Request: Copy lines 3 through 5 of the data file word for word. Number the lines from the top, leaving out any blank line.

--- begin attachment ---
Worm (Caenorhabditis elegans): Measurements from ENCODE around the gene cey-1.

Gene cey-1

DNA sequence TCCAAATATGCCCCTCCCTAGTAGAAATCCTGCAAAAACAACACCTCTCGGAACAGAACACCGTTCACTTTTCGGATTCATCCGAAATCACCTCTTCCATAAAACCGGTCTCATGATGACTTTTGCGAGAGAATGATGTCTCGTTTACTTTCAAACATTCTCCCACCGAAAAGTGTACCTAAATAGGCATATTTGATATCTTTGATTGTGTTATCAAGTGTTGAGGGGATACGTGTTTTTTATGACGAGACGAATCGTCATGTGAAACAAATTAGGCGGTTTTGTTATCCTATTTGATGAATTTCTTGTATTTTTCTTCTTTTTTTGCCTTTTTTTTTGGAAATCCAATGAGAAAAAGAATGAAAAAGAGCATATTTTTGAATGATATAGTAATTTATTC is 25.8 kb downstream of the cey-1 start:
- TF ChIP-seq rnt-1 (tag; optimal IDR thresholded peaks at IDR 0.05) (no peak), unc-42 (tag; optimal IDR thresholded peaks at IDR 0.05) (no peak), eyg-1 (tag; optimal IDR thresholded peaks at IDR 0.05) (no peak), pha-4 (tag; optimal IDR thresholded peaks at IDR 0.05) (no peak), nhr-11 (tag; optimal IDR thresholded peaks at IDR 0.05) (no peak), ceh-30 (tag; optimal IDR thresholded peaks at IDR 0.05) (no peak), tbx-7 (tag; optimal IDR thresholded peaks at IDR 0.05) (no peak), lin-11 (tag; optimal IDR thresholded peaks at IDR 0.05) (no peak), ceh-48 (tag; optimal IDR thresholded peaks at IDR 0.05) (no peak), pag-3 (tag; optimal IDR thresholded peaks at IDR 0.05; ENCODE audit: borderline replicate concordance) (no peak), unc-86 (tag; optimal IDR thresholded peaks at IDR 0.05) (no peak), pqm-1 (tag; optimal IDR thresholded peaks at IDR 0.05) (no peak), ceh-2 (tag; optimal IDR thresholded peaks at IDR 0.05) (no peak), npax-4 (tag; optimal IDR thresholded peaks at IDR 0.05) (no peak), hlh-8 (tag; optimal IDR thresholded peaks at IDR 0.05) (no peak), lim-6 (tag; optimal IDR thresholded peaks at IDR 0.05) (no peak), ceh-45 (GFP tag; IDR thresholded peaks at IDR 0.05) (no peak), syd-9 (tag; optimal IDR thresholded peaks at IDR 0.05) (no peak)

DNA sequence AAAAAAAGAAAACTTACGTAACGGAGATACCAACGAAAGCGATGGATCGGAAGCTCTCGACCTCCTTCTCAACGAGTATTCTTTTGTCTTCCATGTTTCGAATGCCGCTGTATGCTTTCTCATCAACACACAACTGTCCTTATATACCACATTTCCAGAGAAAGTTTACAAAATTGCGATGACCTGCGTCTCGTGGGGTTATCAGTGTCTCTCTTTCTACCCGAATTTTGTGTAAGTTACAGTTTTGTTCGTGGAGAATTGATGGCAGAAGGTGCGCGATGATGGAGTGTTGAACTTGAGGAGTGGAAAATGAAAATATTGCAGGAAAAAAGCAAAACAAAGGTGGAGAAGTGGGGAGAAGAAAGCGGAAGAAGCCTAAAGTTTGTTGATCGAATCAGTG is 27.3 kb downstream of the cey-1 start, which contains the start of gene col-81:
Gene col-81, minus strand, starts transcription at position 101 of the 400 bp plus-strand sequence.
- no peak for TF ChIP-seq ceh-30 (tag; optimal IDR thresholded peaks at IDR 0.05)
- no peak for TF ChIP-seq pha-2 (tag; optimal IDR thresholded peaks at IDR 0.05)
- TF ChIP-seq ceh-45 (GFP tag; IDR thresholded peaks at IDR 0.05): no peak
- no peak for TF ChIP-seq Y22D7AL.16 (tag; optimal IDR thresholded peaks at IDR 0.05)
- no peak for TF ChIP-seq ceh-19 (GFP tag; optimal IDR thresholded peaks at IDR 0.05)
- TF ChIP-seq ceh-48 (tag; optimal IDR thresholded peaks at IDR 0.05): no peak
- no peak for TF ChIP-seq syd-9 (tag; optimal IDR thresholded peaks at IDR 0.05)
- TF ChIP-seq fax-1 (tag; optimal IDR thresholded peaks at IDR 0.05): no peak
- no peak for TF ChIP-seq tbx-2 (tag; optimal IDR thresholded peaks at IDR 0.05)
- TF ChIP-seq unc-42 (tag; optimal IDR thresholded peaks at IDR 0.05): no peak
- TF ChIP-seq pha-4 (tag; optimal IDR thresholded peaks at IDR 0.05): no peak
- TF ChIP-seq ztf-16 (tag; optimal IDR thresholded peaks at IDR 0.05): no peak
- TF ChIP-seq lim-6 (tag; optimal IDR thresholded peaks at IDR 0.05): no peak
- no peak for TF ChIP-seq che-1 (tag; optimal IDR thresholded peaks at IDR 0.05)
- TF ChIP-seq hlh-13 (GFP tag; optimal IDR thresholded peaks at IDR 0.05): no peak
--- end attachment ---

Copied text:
DNA sequence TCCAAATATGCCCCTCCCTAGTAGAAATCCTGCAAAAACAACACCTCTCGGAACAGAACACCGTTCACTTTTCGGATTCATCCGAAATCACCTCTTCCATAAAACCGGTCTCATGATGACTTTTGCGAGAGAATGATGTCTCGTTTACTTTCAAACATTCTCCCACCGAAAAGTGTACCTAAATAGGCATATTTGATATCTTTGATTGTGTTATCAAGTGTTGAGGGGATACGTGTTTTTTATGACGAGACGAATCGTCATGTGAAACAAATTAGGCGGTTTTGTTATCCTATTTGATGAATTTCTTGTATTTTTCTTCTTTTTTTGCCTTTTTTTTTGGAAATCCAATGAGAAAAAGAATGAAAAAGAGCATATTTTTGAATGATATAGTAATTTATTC is 25.8 kb downstream of the cey-1 start:
- TF ChIP-seq rnt-1 (tag; optimal IDR thresholded peaks at IDR 0.05) (no peak), unc-42 (tag; optimal IDR thresholded peaks at IDR 0.05) (no peak), eyg-1 (tag; optimal IDR thresholded peaks at IDR 0.05) (no peak), pha-4 (tag; optimal IDR thresholded peaks at IDR 0.05) (no peak), nhr-11 (tag; optimal IDR thresholded peaks at IDR 0.05) (no peak), ceh-30 (tag; optimal IDR thresholded peaks at IDR 0.05) (no peak), tbx-7 (tag; optimal IDR thresholded peaks at IDR 0.05) (no peak), lin-11 (tag; optimal IDR thresholded peaks at IDR 0.05) (no peak), ceh-48 (tag; optimal IDR thresholded peaks at IDR 0.05) (no peak), pag-3 (tag; optimal IDR thresholded peaks at IDR 0.05; ENCODE audit: borderline replicate concordance) (no peak), unc-86 (tag; optimal IDR thresholded peaks at IDR 0.05) (no peak), pqm-1 (tag; optimal IDR thresholded peaks at IDR 0.05) (no peak), ceh-2 (tag; optimal IDR thresholded peaks at IDR 0.05) (no peak), npax-4 (tag; optimal IDR thresholded peaks at IDR 0.05) (no peak), hlh-8 (tag; optimal IDR thresholded peaks at IDR 0.05) (no peak), lim-6 (tag; optimal IDR thresholded peaks at IDR 0.05) (no peak), ceh-45 (GFP tag; IDR thresholded peaks at IDR 0.05) (no peak), syd-9 (tag; optimal IDR thresholded peaks at IDR 0.05) (no peak)

DNA sequence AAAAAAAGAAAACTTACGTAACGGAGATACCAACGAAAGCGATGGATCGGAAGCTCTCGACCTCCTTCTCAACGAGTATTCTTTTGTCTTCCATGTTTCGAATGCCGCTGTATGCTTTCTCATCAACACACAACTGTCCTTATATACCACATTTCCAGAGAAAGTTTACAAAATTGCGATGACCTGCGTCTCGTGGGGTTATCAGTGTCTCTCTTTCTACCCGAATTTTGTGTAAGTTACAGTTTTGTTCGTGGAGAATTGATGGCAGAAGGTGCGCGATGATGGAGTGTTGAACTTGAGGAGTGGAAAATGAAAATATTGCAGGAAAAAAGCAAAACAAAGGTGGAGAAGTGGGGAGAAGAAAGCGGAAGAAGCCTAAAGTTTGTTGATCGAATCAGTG is 27.3 kb downstream of the cey-1 start, which contains the start of gene col-81: